This books looks to be everything I could ever want in a kid's book. In fact, it hits young readers with education on three fronts all at the same time.
1) It teaches them letters and reading, which is paramount for different development stages. Each page features a prehistoric animal with a name starting with a different letter of the alphabet. This is good for the very young ones. (3-5 years) As years go by the book retains its value because it also teaches reading skills. Ever wonder how to pronounce Estemmenosuchus or Jeholopterus? Wonder no more with this book because there is a pronunciation key with the names so young readers (and adults in the case of some of the names) can sound them out together.
|Just a typical yodeling Yinlong.|
2) This book teaches them vocabulary! Each page of the book features a prehistoric animal and an adjective that starts with the same first letter. Find out what "dapper" means and why it has to do with Dinofelis rocking a bow tie and top hat.
3) It teaches them science! Far too often I hear people challenge funding for paleontology, stating "it doesn't do any real good for society and the money is better spent someplace else." Aside from the fact that this statement is so wrong on a few levels, at the very least, paleontology is a perfect gateway to get kids at the youngest of ages interested in science without even knowing it. Is every child who was ever obsessed with dinosaurs going to grow up to be a paleontologist? Perhaps not, but they might turn into doctors, or engineers, or geologists... Loving one field of science opens doors and minds into other fields if that love persists. The earlier this takes place the better.
Mammoth is Mopey, makes a point to introduce not just the typical popular creatures, but also some of the lesser-known, more unusual species, that may not always get the limelight they deserve. In addition to this, each page gives some information about the animal itself for young readers.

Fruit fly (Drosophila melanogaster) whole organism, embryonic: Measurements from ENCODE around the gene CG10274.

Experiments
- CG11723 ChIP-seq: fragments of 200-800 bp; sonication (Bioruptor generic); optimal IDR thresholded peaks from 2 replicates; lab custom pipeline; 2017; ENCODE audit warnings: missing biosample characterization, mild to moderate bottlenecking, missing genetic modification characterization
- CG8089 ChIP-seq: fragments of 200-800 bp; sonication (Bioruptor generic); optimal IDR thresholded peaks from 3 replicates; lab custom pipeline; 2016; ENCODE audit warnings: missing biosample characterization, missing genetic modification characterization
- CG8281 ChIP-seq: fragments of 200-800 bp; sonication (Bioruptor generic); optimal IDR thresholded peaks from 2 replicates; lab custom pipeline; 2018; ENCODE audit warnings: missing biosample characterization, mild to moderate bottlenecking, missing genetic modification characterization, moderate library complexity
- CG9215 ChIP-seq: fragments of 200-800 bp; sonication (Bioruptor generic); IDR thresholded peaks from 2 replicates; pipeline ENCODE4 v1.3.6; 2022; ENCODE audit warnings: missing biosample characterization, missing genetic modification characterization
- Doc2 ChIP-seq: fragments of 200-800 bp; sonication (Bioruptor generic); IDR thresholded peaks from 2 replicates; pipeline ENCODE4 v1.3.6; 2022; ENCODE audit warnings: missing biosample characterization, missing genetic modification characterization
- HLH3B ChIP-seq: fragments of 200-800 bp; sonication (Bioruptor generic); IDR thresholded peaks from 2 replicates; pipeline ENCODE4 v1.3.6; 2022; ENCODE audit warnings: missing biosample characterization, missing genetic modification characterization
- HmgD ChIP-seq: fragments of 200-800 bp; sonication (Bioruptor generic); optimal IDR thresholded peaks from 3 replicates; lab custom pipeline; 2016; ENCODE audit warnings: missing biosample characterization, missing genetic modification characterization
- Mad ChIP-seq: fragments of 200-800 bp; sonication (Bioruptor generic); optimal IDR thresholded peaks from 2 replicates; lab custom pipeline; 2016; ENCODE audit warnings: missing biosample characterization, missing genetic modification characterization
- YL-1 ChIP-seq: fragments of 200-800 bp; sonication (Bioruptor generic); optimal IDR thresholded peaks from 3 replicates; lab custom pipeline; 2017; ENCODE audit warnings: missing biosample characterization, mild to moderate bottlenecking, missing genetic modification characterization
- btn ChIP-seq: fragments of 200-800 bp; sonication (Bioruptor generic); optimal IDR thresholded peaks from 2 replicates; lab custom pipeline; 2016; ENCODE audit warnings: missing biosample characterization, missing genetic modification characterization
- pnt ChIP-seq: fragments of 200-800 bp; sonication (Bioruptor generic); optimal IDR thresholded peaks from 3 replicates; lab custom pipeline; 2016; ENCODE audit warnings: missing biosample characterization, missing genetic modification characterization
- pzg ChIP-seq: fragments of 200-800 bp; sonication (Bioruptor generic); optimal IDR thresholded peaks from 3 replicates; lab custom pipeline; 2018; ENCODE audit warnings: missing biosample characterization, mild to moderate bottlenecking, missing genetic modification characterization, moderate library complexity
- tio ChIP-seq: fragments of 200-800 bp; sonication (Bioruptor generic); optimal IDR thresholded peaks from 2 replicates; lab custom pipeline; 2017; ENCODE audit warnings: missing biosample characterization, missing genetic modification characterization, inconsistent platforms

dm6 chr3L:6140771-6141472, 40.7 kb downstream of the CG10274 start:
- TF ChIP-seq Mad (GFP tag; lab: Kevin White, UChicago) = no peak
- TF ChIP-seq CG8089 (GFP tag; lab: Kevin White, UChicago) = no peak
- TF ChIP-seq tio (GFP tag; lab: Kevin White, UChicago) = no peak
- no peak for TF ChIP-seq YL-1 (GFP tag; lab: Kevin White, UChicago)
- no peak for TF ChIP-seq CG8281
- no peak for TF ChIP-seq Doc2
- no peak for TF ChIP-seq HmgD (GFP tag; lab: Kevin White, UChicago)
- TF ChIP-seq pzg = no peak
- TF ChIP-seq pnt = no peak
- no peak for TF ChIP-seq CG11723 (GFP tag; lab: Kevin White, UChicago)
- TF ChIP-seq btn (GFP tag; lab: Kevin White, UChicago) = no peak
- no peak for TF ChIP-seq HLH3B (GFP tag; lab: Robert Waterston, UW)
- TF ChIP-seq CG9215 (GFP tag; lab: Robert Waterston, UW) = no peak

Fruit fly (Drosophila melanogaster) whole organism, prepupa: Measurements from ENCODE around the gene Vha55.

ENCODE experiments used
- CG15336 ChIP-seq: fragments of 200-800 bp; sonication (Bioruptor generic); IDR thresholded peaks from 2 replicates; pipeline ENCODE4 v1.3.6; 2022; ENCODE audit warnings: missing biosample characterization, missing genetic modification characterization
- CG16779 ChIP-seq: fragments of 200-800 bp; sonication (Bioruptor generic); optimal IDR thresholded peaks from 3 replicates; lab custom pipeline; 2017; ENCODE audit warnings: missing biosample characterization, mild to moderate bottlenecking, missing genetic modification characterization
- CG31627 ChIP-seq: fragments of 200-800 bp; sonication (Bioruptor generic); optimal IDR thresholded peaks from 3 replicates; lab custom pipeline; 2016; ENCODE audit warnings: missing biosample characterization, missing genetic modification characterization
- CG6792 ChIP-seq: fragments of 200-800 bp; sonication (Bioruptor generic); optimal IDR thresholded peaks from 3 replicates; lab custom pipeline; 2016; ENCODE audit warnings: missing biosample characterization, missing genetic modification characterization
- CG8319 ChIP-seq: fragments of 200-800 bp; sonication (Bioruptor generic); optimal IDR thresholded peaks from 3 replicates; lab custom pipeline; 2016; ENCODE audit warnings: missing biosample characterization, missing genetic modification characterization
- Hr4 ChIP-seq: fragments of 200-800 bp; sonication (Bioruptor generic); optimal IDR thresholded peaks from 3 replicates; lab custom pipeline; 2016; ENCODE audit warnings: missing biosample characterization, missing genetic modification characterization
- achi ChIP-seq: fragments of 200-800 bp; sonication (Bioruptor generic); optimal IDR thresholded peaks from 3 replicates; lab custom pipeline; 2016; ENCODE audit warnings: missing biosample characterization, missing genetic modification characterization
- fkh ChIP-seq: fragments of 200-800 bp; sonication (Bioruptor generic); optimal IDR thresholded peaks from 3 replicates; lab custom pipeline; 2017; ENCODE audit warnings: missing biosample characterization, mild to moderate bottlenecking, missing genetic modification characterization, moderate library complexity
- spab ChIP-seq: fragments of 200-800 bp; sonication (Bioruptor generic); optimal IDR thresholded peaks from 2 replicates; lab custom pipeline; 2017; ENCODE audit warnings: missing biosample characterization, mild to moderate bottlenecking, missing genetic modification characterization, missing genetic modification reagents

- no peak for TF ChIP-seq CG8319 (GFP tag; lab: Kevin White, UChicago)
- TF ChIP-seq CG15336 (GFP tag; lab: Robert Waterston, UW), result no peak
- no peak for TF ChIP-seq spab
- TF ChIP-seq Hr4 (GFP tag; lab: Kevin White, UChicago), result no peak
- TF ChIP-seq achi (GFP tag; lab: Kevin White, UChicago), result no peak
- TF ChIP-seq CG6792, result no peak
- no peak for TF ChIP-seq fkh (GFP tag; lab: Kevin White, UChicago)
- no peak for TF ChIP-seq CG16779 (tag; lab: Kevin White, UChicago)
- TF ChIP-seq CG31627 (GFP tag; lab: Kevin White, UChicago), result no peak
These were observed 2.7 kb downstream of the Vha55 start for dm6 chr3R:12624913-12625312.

Lastly, despite the highly stylized, cartoon flavor of the illustrations, they don't break any rules of scientific accuracy. Yes, David's Ankylosaurus is anthropomorphically sitting in a chair holding a paintbrush, but the armor placement and shape of the tail club is consistent with what we know according to the fossil record. (More than can be said about some depictions seen on the Discovery Channel!) The Velociraptor, despite its vainglorious prancing around, is appropriately feathered. (Again, something that many programs in the media that pride themselves on being "scientific" repeatedly seem to fail at time and time again.)
4) It's fun. Like I said, the best way to educate is to wrap it all up with a nice flashy package of fun with a pretty bow of humor on top. Kids will love reading this book and/or having this book read to them.
|More realistic Velociraptor than most of the stuff that gets fed to kids with the "scientific accuracy" label slapped on it nowadays.|
So how do you get this book? Well, it isn't published yet, but it will be soon and you can help the process along! David and his wife, Jennie, are looking to self publish this book through a site which allows anyone to contribute donations to help them reach their goal. Depending on how much you contribute, you will get extra stuff like signed copies of the book, buttons, signed prints of the illustrations to hang on your wall, or even a custom illustration Dave can do of any animal of your choice! Follow this link to get involved!